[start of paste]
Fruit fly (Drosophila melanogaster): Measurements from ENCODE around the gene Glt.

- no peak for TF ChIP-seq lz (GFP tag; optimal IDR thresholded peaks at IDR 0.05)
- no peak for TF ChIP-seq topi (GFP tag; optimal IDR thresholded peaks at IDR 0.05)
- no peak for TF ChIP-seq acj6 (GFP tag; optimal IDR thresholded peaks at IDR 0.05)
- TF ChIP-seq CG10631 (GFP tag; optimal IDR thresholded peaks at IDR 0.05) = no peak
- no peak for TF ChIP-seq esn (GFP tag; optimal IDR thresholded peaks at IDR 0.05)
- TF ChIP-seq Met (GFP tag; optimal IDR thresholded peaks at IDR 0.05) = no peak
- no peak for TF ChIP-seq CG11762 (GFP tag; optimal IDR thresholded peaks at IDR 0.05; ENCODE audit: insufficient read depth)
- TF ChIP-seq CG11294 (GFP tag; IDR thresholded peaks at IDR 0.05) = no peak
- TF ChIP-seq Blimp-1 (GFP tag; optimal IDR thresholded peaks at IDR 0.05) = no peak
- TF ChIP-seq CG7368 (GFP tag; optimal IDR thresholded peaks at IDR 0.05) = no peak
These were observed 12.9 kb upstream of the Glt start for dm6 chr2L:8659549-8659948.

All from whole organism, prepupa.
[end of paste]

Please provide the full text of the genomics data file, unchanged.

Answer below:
Fruit fly (Drosophila melanogaster): Measurements from ENCODE around the gene Glt.

- no peak for TF ChIP-seq lz (GFP tag; optimal IDR thresholded peaks at IDR 0.05)
- no peak for TF ChIP-seq topi (GFP tag; optimal IDR thresholded peaks at IDR 0.05)
- no peak for TF ChIP-seq acj6 (GFP tag; optimal IDR thresholded peaks at IDR 0.05)
- TF ChIP-seq CG10631 (GFP tag; optimal IDR thresholded peaks at IDR 0.05) = no peak
- no peak for TF ChIP-seq esn (GFP tag; optimal IDR thresholded peaks at IDR 0.05)
- TF ChIP-seq Met (GFP tag; optimal IDR thresholded peaks at IDR 0.05) = no peak
- no peak for TF ChIP-seq CG11762 (GFP tag; optimal IDR thresholded peaks at IDR 0.05; ENCODE audit: insufficient read depth)
- TF ChIP-seq CG11294 (GFP tag; IDR thresholded peaks at IDR 0.05) = no peak
- TF ChIP-seq Blimp-1 (GFP tag; optimal IDR thresholded peaks at IDR 0.05) = no peak
- TF ChIP-seq CG7368 (GFP tag; optimal IDR thresholded peaks at IDR 0.05) = no peak
These were observed 12.9 kb upstream of the Glt start for dm6 chr2L:8659549-8659948.

All from whole organism, prepupa.